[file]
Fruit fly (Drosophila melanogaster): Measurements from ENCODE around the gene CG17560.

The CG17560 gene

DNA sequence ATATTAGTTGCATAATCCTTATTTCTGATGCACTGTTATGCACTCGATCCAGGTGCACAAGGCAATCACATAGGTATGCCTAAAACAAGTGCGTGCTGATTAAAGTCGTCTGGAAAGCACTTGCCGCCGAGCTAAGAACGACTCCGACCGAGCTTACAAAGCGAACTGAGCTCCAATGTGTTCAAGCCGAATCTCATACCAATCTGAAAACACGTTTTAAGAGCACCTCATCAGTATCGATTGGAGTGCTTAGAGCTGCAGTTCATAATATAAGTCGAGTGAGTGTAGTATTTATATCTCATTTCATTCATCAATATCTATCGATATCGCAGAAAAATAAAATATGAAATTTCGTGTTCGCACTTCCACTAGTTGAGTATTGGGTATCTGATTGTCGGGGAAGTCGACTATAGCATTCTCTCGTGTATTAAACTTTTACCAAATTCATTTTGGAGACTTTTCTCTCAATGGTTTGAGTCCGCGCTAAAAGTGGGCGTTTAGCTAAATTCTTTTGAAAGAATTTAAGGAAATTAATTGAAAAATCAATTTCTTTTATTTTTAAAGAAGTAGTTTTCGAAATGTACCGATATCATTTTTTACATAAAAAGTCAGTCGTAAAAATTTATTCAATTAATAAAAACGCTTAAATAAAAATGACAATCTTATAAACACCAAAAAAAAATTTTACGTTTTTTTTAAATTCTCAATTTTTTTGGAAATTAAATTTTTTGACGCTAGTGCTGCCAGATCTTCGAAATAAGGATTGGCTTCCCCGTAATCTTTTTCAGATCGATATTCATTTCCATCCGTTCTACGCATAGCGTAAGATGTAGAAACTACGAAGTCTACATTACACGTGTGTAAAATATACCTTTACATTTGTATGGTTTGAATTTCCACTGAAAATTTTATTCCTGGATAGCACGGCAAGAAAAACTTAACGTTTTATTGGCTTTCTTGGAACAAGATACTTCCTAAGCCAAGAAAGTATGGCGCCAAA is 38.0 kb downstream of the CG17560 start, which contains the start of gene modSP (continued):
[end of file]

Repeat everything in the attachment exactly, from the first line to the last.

Fruit fly (Drosophila melanogaster): Measurements from ENCODE around the gene CG17560.

The CG17560 gene

DNA sequence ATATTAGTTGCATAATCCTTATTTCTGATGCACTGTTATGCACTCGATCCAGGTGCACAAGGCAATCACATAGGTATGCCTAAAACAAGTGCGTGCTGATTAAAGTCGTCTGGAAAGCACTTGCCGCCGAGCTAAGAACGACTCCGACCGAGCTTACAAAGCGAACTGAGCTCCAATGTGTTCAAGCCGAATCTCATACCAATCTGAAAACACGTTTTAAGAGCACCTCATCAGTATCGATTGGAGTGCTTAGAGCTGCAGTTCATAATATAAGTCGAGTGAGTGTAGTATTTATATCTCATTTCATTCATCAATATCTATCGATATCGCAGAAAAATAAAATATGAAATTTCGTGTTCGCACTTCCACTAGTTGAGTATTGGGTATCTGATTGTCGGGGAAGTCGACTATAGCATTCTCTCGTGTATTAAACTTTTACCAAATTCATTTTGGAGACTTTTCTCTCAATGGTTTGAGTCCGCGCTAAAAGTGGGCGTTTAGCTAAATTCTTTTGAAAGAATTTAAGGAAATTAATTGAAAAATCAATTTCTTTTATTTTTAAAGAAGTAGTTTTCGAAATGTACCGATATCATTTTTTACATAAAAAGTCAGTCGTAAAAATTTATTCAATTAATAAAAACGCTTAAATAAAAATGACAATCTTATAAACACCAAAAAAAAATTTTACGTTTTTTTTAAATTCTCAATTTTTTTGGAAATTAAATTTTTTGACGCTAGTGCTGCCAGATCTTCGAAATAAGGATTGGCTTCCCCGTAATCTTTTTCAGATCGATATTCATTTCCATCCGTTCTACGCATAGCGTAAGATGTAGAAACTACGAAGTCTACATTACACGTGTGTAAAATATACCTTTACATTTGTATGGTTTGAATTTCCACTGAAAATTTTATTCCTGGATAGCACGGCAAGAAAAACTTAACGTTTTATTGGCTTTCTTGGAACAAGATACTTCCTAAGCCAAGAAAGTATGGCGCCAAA is 38.0 kb downstream of the CG17560 start, which contains the start of gene modSP (continued):